Juliet begins a remarkable correspondence with the society’s members, learning about their island, their taste in books, and the impact the recent German occupation has had on their lives. Captivated by their stories, she sets sail for Guernsey, and what she finds will change her forever.

Written with warmth and humor as a series of letters, this novel is a celebration of the written word in all its guises, and of finding connection in the most surprising ways. 


What a nice book. Wow, that sound’s awful, calling a book nice, but that’s exactly what it was. And no less sweet for being rather predictable. It’s exactly the sort of book I could picture middle aged women around the country falling in love with. As a younger person I enjoyed the book, but would by no stretch use the word “love.” While the use of written letters as the only story telling device was enchanting and nostalgic, all the characters read like old women, even the men. Still, there was plenty to enjoy.

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Review: The Art of Hearing Heartbeats

11331421The Art of Hearing Heartbeats by Jan-Philipp Sendker

Genres: Fiction, Historical Fiction
Maturity Level: 5
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Rating: ⋆⋆⋆


A poignant and inspirational love story set in Burma, The Art of Hearing Heartbeats spans the decades between the 1950s and the present.  When a successful New York lawyer suddenly disappears without a trace, neither his wife nor his daughter Julia has any idea where he might be…until they find a love letter he wrote many years ago, to a Burmese woman they have never heard of. Intent on solving the mystery and coming to terms with her father’s past, Julia decides to travel to the village where the woman lived. There she uncovers a tale of unimaginable hardship, resilience, and passion that will reaffirm the reader’s belief in the power of love to move mountains.


Julia Win travels to Burma hoping to discover what became of her father after he disappeared four years earlier. She meets a man named U Ba who tells her the story of her father’s life. It is a sweeping love story that will make you laugh and weep. At least, that’s what the author tells us. Can I just say how much I hate when an author refers to a story/poem/song in their own book this way? It seems pretty self-assured and assuming to me. Continue reading

Review: Life after Life

15790842Life after Life by Kate Atkinson

Genres: Fiction, Historical Fiction, Fantasy
Maturity Level: 5
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Rating: ⋆⋆⋆⋆


On a cold and snowy night in 1910, Ursula Todd is born, the third child of a wealthy English banker and his wife. Sadly, she dies before she can draw her first breath. On that same cold and snowy night, Ursula Todd is born, lets out a lusty wail, and embarks upon a life that will be, to say the least, unusual. 

For as she grows, she also dies, repeatedly, in any number of ways. Clearly history (and Kate Atkinson) have plans for her: In Ursula rests nothing less than the fate of civilization.

Wildly inventive, darkly comic, startlingly poignant — this is Kate Atkinson at her absolute best, playing with time and history, telling a story that is breathtaking for both its audacity and its endless satisfactions.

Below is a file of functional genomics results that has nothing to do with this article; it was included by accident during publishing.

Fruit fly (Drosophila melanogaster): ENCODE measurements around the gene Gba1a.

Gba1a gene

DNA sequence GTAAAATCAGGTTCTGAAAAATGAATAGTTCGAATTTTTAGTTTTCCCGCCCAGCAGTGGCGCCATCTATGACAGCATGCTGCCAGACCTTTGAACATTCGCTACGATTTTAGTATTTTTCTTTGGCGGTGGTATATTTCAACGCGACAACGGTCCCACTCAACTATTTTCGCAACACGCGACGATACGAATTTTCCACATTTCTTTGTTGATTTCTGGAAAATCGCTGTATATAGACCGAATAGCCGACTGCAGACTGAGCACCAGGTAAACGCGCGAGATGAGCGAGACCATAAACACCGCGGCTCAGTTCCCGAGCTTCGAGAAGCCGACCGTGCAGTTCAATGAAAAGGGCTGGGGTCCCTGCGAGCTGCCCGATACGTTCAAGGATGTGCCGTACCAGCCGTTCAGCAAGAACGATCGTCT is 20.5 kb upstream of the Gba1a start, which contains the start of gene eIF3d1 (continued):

Equal parts depressing and fascinating, Life After Life was as difficult to read as it was to put down. It reminded me in some ways of a modern day Tess of the D’Ubervilles in that Ursula seemed to be completely out of control of her own destiny, as well as unaware of what was happening to her. Plus, you know, the sheer number of terrible things that happened to her. But the concept of this book is what makes it truly unique. It’s like a mix between time travel and reincarnation. And while the ending left me with more questions than answers, they are questions I am more than willing to ask myself again and again. While I probably won’t read Life After Life a second time, mainly due to the many unnecessary (and graphic) reminders of how terrible WWII was for ALL parties involved, it is a book I will surely be discussing and thinking about for many years to come. I strongly recommend to anyone who loves history or who just loves to think.

Review: Music of the Ghosts

30753802Music of the Ghosts by Vaddey Ratner

Genres: Historical Fiction, Fiction
Maturity Level: 4
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Rating: ⋆⋆⋆


Leaving the safety of America, Teera returns to Cambodia for the first time since her harrowing escape as a child refugee. She carries a letter from a man who mysteriously signs himself as “the Old Musician” and claims to have known her father in the Khmer Rouge prison where he disappeared twenty-five years ago.

In Phnom Penh, Teera finds a society still in turmoil, where perpetrators and survivors of unfathomable violence live side by side, striving to mend their still beloved country. She meets a young doctor who begins to open her heart, immerses herself in long-buried memories and prepares to learn her father’s fate.

Meanwhile, the Old Musician, who earns his modest keep playing ceremonial music at a temple, awaits Teera’s visit with great trepidation. He will have to confess the bonds he shared with her parents, the passion with which they all embraced the Khmer Rouge’s illusory promise of a democratic society, and the truth about her father’s end. 


If you’re looking for a lighthearted, summer read, look somewhere else. If you want a straight-forward story about modern-day Cambodia, look somewhere else. Music of the Ghosts is a sad, meandering story about the worst times in Cambodian history. The writing is lovely and it will make you think, but I won’t lie to you, it was a difficult read.